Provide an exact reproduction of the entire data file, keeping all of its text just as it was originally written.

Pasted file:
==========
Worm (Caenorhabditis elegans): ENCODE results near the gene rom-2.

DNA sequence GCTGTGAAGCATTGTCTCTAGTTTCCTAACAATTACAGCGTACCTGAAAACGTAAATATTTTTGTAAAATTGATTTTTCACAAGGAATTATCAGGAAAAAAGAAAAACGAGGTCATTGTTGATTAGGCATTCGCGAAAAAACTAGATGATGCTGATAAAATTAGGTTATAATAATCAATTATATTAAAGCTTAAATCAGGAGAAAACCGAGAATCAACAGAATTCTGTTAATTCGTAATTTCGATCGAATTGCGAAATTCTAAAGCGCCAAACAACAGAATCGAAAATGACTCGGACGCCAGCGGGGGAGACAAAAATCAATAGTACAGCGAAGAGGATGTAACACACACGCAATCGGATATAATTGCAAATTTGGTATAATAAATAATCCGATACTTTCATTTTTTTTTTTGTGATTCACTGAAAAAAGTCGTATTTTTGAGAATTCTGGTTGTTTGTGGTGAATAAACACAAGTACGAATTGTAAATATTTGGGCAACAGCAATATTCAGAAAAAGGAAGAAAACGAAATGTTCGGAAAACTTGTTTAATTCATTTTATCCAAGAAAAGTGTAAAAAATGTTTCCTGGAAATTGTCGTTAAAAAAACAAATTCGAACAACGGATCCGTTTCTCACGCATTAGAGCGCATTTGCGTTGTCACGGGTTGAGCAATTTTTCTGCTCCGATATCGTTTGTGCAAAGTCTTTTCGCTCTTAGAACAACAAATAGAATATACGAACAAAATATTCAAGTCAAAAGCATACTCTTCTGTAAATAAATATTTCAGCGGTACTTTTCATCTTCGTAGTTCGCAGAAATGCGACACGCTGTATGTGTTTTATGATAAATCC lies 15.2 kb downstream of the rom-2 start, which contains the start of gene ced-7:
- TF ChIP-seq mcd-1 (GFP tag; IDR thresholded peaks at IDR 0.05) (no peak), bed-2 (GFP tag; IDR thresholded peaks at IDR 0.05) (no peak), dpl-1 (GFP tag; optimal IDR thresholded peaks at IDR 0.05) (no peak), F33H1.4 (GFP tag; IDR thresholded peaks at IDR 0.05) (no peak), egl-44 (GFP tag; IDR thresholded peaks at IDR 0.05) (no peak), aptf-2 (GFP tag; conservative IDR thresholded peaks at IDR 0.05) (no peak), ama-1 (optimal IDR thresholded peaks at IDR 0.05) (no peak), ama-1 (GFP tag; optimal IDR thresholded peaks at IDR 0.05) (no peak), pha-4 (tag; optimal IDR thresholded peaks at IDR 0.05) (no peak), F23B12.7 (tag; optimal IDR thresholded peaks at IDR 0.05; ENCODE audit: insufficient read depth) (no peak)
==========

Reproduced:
Worm (Caenorhabditis elegans): ENCODE results near the gene rom-2.

DNA sequence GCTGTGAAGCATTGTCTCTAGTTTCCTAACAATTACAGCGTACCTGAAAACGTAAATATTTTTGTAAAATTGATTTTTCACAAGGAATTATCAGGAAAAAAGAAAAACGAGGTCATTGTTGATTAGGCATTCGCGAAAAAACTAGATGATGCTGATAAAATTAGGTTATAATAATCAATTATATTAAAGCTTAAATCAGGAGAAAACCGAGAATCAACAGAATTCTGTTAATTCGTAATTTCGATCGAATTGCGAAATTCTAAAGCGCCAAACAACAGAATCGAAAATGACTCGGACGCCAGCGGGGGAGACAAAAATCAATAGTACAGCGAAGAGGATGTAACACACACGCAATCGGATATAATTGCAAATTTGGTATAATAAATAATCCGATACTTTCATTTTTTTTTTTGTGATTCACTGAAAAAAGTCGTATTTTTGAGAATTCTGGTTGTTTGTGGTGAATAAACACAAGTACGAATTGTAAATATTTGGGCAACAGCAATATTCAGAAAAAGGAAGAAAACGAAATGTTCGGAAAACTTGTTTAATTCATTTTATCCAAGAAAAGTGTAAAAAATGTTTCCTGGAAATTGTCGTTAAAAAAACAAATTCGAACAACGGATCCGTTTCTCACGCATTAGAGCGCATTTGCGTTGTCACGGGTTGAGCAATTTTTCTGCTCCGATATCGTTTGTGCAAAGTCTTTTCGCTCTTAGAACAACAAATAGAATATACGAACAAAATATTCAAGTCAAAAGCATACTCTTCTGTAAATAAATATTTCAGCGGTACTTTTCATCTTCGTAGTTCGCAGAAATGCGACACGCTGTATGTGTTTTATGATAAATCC lies 15.2 kb downstream of the rom-2 start, which contains the start of gene ced-7:
- TF ChIP-seq mcd-1 (GFP tag; IDR thresholded peaks at IDR 0.05) (no peak), bed-2 (GFP tag; IDR thresholded peaks at IDR 0.05) (no peak), dpl-1 (GFP tag; optimal IDR thresholded peaks at IDR 0.05) (no peak), F33H1.4 (GFP tag; IDR thresholded peaks at IDR 0.05) (no peak), egl-44 (GFP tag; IDR thresholded peaks at IDR 0.05) (no peak), aptf-2 (GFP tag; conservative IDR thresholded peaks at IDR 0.05) (no peak), ama-1 (optimal IDR thresholded peaks at IDR 0.05) (no peak), ama-1 (GFP tag; optimal IDR thresholded peaks at IDR 0.05) (no peak), pha-4 (tag; optimal IDR thresholded peaks at IDR 0.05) (no peak), F23B12.7 (tag; optimal IDR thresholded peaks at IDR 0.05; ENCODE audit: insufficient read depth) (no peak)